Apple seems to have its eyes on the road (map) for iPhone processors

iPhone contract processor manufacturer TSMC is making a $19B bet on 3nm manufacturing – and that means faster iPhones are on the way.

Apple, iOS, Mac, iPhone, Apple, TSMC
Maico Amorim (CC0)

TSMC is now Apple’s primary processor manufacturing partner, churning out 7-nanometer (nm) A13 chips for iPhones – and it may be producing 3nm chips for iPhones by 2023.

What’s in a nanometer?

A nanometer is one billionth of a meter. It’s the unit of measurement used to show the distance between the transistors that comprise the processor. The smaller the number of nanometers the higher the number of transistors you can squeeze onto one chip.

The result?

Faster processors that are also more energy efficient.

Rapid iMovement

Apple’s chip designs have led the industry for years. It has been developing ARM-based processors since 2007, ramped this up with the A4 and again with its A6 chips and pushed things even further in 2016 with the A10.

The company has achieved significant performance and power efficiency improvements with each iteration:

  • The A10 Fusion processor inside the iPhone 7 was the first Apple-designed SOC. It delivered 40% better processor performance and 50% better graphics than the Apple-designed 64-bit A9 chip (used in the iPhone 6S) it replaced.
  • Apple achieved a 25% performance boost when it shifted from the 14nm A10 to the 7nm A11.
  • Apple’s A12 processors provided significant performance gains over the A11 series in part because they were the first to adopt 7nm process technologies.
  • Apple’s existing (7nm) A13 series processors maintain the trend. These deliver 20% more performance and 40% better power efficiency than 2018’s A12.
  • You can review performance increases between the A6 and A11.

It's thought that Apple will migrate to 5nm processors in 2020 following comments from TSMC CFO Lora Ho, who revealed his company has become “more aggressive” on the move to manufacture these chips. This means that next year’s A14 processors may be built using 5nm tech, which should deliver similar performance and power efficiency gains.

This should be useful as Apple attempts to handle the new power requirements of 5G solutions as it begins to field them in late 2020.

The future will be better tomorrow

That’s not the end of the road map. TSMC has begun construction of a 3nm fabrication facility at the Southern Taiwan Science and Technology Park, Tainan, Taiwan. This is a huge investment – figures approaching $20 billion are cited – and mass production is expected to begin by late 2022 or early 2023. That's right on schedule for a follow-up to next year’s anticipated 5nm A14 (if speculation matches reality).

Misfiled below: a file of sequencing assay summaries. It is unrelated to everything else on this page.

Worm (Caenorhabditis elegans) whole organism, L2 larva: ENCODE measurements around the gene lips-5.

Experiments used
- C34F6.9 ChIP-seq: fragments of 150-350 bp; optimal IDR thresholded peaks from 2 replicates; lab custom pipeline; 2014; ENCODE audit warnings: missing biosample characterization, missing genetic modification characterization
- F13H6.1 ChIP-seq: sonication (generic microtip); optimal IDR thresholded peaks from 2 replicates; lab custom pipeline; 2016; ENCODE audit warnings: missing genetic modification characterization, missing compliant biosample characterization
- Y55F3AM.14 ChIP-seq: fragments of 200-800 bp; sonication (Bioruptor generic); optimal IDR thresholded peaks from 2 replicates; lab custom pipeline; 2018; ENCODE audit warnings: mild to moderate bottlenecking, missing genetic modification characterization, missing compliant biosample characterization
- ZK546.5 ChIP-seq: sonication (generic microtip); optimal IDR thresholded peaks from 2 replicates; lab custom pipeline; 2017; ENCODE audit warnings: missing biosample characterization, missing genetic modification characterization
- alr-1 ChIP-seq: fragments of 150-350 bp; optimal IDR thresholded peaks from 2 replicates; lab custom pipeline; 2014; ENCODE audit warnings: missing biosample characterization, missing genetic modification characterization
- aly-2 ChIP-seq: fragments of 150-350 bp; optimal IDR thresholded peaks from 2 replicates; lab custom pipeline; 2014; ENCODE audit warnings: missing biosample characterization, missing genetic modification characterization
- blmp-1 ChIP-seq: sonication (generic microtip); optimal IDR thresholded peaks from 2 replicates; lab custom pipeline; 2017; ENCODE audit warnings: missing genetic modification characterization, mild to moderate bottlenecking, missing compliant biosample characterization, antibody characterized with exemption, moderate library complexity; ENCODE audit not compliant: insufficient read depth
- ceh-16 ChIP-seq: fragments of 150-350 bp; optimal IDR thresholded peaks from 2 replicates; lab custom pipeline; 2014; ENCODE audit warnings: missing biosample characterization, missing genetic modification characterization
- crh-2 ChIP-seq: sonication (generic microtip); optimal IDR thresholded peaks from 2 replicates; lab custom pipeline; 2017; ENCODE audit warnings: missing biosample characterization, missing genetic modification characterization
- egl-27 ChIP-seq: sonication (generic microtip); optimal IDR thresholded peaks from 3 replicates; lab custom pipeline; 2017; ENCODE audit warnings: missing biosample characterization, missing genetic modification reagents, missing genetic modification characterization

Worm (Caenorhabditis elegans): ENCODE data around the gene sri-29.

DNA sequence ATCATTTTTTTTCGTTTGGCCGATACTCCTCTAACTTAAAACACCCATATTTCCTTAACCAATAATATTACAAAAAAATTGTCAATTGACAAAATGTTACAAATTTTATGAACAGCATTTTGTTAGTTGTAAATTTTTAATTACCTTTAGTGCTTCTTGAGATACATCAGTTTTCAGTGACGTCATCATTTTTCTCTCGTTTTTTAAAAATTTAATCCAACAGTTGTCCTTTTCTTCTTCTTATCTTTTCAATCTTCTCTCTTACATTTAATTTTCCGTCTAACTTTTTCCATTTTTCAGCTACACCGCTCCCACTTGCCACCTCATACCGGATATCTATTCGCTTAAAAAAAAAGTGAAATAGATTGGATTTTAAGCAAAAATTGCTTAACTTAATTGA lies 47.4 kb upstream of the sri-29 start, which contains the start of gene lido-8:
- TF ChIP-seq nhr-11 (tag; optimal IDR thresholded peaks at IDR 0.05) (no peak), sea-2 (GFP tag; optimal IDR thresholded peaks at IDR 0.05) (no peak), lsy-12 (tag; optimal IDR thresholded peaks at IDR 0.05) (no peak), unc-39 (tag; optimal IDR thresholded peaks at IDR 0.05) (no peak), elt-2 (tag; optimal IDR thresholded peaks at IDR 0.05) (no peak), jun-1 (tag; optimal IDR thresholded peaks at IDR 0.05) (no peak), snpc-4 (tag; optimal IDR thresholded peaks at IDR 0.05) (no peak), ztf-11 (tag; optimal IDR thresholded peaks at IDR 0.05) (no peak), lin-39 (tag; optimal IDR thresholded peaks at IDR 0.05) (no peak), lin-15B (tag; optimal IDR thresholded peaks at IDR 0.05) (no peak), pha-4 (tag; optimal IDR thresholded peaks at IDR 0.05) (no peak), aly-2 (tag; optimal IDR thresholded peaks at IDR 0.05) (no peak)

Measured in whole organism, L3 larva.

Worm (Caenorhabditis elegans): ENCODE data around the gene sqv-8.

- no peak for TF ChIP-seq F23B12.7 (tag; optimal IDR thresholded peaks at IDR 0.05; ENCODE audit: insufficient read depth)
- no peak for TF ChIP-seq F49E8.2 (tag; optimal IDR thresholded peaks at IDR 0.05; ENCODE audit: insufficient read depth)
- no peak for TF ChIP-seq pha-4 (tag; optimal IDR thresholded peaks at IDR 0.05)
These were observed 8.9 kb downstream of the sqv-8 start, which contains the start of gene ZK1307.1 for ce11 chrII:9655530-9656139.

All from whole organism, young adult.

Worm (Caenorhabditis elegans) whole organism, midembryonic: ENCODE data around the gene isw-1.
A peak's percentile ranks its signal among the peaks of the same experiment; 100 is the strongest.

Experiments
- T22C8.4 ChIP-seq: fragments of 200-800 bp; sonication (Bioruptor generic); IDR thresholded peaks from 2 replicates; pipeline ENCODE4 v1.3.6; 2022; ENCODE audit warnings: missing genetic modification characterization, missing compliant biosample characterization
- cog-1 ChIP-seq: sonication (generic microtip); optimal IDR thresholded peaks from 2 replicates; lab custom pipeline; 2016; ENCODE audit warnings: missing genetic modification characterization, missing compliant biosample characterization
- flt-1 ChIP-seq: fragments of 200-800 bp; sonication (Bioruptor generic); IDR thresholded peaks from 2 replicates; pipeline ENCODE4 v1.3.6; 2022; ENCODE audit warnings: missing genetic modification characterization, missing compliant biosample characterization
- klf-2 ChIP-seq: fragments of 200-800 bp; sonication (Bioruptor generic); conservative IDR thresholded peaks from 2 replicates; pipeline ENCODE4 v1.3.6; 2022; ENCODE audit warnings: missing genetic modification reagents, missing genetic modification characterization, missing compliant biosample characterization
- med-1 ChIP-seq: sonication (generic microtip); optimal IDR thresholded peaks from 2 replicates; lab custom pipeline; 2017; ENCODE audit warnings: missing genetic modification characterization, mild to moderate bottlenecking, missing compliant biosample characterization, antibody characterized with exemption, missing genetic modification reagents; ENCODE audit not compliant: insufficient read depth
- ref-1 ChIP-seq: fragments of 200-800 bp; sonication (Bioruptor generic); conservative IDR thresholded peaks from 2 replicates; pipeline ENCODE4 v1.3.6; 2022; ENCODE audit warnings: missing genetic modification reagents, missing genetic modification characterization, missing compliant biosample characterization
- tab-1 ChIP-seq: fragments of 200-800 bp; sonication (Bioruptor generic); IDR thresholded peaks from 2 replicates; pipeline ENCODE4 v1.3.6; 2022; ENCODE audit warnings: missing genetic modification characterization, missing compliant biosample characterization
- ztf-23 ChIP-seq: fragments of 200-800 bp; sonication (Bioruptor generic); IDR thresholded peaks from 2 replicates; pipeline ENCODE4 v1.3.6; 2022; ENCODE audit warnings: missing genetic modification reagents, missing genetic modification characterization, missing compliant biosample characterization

Apple is, after all, one of TSMC’s biggest customers, so it will inevitably be at least interested in what is made there.

What does this tell us?

In a sense, this tells us little new. We only need to look at Apple’s track record to know that it is 100% dedicated to developing and distributing the world’s most advanced processors and to continued improvements in these architectures.

We also know it wants its hardware to offer patented technologies that competitors cannot legitimately copy. It learnrf this the hard way when it failed to win wars against imitators over design patents.

It also confirms that Apple is not working to any random rhythm but retains tight navigation along a clear road map:

  1. It shows that its path for processor enhancements is solid all the way out to 2023 and beyond.
  2. It suggests Apple will be able to deliver significant improvements in processors and power efficiency every year until then and beyond.

This also suggests that if Apple’s processor road map remains on course, its wider company mission also remains on track.

What's the big picture?

It’s pretty clear that Apple’s 64-bit chips are matching – and now almost exceeding – some desktop class processors. That’s got to be significant in terms of Apple’s wider strategy, with iPads and iPhones designed to handle most tasks, and increasingly high-end Macs available to handle more complex tasks.

Will it also prove significant to Apple’s much discussed, but never confirmed (and sometimes denied), wider plan to unify its platforms?

We don't know for certain, but it makes the unthinkable thinkable, again. How fast will iPhones become before they can completely replace computers?

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Copyright © 2019 IDG Communications, Inc.

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